About Careers MedBlog Contact us

Biggest Risk Factor in Infant Deaths: Bed-Sharing

by Himabindu Venkatakrishnan on July 15, 2014 at 4:56 PM
Font : A-A+

 Biggest Risk Factor in Infant Deaths: Bed-Sharing

Largest risk factor for sudden infant death is bed-sharing, particularly among very young babies, US researchers said on Monday.

Sixty-nine percent of babies who died suddenly were sharing a sleeping space with another person when they died, said the report in the journal Pediatrics.


The findings were based on government data regarding 8,207 sleep-related infant deaths from 24 states from 2004-2012.

Researchers found that the risks were different for infants up to age three months than they were for those aged four to 12 months.

Younger infants who died were more likely to have been bed-sharing (73.8 percent vs. 58.9 percent).

Bed-sharing was defined as sleeping on an adult's bed either near or on another person.

Older babies who died while sleeping were more likely to have been discovered on their bellies with objects like blankets or stuffed animals in their sleeping area.

The American Academy of Pediatrics recommends that babies sleep on a firm surface, in a crib near their parents or caregivers, but not in the same bed in order to avoid the danger of accidental suffocation.

Babies should also be placed on their backs to go to sleep. Pillows, blankets and toys should be kept out of the baby's bed, the AAP has said.

Source: AFP


Latest Child Health News

Practical Tips for Defending Against the H3N2 Virus!
Doctors have reported that children have been hit hard by the recent increase in flu cases, with the H3N2 virus being a significant contributing factor.
Breaking the Cycle: Impact of Childhood Trauma on Mental Health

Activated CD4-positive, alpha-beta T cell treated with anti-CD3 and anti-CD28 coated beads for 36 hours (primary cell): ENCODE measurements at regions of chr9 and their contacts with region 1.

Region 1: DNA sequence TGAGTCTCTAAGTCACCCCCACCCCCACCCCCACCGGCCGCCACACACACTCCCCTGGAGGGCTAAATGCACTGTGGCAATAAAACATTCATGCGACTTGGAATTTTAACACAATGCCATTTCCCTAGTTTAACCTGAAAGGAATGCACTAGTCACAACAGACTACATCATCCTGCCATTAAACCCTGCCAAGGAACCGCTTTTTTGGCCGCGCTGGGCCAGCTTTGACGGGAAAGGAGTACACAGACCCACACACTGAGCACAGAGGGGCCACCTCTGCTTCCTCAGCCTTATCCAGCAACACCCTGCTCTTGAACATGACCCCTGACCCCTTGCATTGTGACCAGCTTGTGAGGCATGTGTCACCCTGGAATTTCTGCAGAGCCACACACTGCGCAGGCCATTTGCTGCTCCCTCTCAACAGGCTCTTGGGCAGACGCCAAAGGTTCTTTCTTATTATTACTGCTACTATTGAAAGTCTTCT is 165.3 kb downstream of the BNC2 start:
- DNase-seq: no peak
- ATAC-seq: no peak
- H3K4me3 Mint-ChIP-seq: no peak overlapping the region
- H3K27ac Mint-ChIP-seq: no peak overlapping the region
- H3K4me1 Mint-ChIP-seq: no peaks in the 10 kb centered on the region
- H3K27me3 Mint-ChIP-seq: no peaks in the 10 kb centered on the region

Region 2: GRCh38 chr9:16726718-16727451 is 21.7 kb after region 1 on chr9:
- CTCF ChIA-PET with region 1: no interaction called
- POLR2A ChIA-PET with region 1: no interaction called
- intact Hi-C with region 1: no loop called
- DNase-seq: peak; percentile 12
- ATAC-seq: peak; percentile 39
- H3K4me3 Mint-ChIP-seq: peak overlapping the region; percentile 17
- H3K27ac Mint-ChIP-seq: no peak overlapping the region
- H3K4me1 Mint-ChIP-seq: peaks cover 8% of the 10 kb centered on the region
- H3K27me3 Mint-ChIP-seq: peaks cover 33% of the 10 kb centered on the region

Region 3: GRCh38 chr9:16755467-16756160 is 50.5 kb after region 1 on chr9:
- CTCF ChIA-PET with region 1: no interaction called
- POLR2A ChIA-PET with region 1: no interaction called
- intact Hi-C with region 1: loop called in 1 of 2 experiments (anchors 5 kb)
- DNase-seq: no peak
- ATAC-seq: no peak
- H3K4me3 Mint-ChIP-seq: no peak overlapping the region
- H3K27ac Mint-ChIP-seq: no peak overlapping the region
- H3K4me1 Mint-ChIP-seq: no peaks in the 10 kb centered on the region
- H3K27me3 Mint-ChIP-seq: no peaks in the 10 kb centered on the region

Men and women are impacted uniquely by childhood trauma: emotional trauma and sexual abuse impact women, while emotional and physical neglect impact men.
How Can Parents Manage Night-Time Breastfeeding in Young Infants?
Bedsharing with infants is linked to increased duration of breastfeeding, according to the night-time feeding guidelines.
Why Are Autism Rates Increasing in the U.S?
To tackle the rising cases of autism among kids, steady screening programs may make a difference in autism diagnosis and treatment.
Autistic Kids Often Miss Out on Vision Screening: Here's Why
Children with autism tend to receive vision screening less often, despite having a high risk for eye problems.
View All
This site uses cookies to deliver our services.By using our site, you acknowledge that you have read and understand our Cookie Policy, Privacy Policy, and our Terms of Use  Ok, Got it. Close

Biggest Risk Factor in Infant Deaths: Bed-Sharing Personalised Printable Document (PDF)

Please complete this form and we'll send you a personalised information that is requested

You may use this for your own reference or forward it to your friends.

Please use the information prudently. If you are not a medical doctor please remember to consult your healthcare provider as this information is not a substitute for professional advice.

Name *

Email Address *

Country *

Areas of Interests